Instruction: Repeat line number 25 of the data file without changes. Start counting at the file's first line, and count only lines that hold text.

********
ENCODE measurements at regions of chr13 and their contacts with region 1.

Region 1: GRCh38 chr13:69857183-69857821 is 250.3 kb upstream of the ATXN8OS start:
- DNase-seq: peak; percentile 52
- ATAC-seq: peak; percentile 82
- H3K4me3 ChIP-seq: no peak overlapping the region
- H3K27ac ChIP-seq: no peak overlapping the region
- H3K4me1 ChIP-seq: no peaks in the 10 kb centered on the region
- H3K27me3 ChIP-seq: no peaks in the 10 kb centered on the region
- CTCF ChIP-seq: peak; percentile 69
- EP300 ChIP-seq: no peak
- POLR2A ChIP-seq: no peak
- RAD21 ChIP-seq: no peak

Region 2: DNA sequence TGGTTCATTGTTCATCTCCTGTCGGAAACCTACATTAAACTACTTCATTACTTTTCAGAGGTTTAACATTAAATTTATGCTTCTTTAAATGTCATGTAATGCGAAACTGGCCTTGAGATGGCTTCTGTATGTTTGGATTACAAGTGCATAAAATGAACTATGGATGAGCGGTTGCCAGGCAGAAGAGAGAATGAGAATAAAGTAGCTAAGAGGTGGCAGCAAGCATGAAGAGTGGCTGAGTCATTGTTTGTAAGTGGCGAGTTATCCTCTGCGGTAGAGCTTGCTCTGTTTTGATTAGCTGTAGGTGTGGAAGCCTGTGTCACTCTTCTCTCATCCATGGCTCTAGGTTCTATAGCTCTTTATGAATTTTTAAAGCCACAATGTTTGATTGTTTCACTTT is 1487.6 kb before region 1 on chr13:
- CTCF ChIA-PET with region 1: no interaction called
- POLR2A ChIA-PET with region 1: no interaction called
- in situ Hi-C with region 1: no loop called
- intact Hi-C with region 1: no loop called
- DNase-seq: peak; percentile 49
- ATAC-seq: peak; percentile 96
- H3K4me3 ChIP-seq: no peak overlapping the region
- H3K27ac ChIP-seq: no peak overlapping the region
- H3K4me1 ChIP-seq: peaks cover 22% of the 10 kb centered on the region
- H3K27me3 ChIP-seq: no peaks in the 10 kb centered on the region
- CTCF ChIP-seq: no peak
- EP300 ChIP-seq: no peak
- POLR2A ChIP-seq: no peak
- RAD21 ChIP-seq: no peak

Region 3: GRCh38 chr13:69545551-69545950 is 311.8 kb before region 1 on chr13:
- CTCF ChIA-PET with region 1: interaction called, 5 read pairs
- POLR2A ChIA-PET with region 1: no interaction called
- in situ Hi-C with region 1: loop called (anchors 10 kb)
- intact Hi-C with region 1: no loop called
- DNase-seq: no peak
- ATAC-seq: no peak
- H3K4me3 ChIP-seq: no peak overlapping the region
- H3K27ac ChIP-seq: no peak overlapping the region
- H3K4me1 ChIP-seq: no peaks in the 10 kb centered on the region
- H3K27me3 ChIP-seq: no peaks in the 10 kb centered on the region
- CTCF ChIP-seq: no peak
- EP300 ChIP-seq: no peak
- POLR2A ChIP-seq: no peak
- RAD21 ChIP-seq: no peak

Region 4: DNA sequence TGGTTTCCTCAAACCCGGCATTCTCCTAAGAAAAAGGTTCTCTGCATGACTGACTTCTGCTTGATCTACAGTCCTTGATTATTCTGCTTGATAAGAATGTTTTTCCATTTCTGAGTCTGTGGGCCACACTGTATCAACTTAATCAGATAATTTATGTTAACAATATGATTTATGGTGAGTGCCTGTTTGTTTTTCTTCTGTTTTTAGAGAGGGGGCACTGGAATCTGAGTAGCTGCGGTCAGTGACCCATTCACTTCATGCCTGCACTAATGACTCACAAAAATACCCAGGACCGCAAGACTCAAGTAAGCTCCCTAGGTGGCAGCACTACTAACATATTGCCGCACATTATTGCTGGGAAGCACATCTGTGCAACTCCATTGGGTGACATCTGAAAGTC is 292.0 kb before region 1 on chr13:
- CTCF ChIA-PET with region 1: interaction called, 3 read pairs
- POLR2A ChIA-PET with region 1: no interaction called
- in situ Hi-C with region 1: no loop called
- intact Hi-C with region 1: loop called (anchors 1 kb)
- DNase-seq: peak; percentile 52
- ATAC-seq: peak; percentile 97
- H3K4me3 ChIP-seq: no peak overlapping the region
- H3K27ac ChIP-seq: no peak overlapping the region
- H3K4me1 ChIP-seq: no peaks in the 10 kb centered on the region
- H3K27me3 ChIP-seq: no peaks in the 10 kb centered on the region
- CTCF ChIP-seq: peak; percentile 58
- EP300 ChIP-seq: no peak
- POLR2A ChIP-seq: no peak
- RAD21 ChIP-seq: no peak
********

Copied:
- EP300 ChIP-seq: no peak